Impact of farmer-managed maintenance of secondary canals on water distribution equity: a case study from Sindh, Pakistan
Lashari. Bakhshal, author
Murray-Rust, D. Hammond, author
U.S. Committee on Irrigation and Drainage, publisher
International Irrigation Management Institute (IIMI) carried over a pilot action research study on farmer managed irrigation system (FMIS) in Sindh Province of Pakistan. Overall fourteen Farmer Organizations (FOs) on distributary channels were formed. In order to ensure success of this participatory management, the FO members were trained in organizational management, operation and maintenance (O&M) of channels and financial aspects. The study focuses on impact of farmer managed maintenance on water distribution equity and resources mobilization. In conjunction with a program to organize water users at secondary canals in Sindh, IIMI staff made observations on the physical conditions before and after the maintenance campaign in January 2000 and actual inputs made by members of Farmer Organizations. In a one-week period water users contributed over 7,800 man-days of labor and 582 hours of tractor operation in eight secondary canals, and removed over 43,000 cubic meters of sediment. The imputed cost of these contributions exceeded over Rs.900,000 ($15,000) or almost Rs.30 per hectare ($0.50). The hydraulic benefits were substantial. Comparing water deliveries into the head and tail reach of each canal before desilting, head end areas received roughly 68% more water than tail enders. After desilting the head end areas only received 14% more water, and in six of the eleven canals where water measurements were taken, tail end areas actually received more water than head end areas. Despite the benefits that accrued, there is concern for the long-term sustainability of the improved performance. There is no systematic monitoring program that enables operation and maintenance to be linked and no proper maintenance of control infrastructure to complement desilting. Until these institutional changes occur, operation and maintenance will remain a largely ad-hoc activity.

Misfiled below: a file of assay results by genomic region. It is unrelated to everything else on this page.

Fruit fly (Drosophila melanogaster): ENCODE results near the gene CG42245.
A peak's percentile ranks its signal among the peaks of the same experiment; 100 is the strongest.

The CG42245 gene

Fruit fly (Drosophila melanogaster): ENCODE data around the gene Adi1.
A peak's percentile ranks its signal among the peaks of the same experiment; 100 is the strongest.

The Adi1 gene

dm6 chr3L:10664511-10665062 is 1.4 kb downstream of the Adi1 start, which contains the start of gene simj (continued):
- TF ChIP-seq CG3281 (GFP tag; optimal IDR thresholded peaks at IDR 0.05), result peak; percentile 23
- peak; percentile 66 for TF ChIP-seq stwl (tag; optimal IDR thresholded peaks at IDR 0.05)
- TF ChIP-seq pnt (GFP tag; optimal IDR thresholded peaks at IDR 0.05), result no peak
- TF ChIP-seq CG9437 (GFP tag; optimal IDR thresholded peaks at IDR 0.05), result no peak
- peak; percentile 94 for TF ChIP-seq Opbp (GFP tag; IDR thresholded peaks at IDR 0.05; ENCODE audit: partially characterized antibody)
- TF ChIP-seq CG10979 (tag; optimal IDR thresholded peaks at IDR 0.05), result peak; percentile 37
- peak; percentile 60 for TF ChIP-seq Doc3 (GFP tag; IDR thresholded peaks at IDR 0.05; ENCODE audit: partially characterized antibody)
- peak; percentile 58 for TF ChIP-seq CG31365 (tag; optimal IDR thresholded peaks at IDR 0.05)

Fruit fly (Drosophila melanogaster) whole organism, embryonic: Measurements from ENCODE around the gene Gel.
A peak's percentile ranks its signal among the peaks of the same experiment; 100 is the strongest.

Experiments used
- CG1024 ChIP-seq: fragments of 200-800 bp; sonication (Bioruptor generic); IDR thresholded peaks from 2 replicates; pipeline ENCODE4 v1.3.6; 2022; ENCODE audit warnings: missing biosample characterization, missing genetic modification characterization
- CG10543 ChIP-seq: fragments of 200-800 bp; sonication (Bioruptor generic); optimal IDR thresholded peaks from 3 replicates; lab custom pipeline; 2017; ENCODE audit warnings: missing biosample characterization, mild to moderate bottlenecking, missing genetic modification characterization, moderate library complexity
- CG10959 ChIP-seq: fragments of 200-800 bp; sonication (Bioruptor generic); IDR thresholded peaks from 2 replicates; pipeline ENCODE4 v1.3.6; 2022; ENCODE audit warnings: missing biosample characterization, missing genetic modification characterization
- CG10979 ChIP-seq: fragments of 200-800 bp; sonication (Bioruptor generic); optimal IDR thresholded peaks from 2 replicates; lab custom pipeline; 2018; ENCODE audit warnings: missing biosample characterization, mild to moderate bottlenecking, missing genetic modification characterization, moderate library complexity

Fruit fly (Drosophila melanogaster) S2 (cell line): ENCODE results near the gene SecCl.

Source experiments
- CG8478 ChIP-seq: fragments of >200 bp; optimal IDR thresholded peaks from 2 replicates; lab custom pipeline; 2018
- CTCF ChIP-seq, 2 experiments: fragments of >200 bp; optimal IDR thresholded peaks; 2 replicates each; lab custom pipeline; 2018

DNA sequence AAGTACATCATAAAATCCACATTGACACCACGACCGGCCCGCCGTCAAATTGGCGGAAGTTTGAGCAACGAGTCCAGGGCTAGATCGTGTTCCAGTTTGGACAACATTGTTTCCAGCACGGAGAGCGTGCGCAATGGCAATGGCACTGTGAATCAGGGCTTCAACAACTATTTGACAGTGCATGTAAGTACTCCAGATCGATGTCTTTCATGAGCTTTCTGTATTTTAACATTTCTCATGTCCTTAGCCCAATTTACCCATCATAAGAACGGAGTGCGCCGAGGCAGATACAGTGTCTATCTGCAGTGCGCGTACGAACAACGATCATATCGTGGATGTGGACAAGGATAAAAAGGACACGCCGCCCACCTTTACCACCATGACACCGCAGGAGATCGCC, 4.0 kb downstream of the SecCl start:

Presented at the 2002 USCID/EWRI conference, Energy, climate, environment and water - issues and opportunities for irrigation and drainage on July 9-12 in San Luis Obispo, California.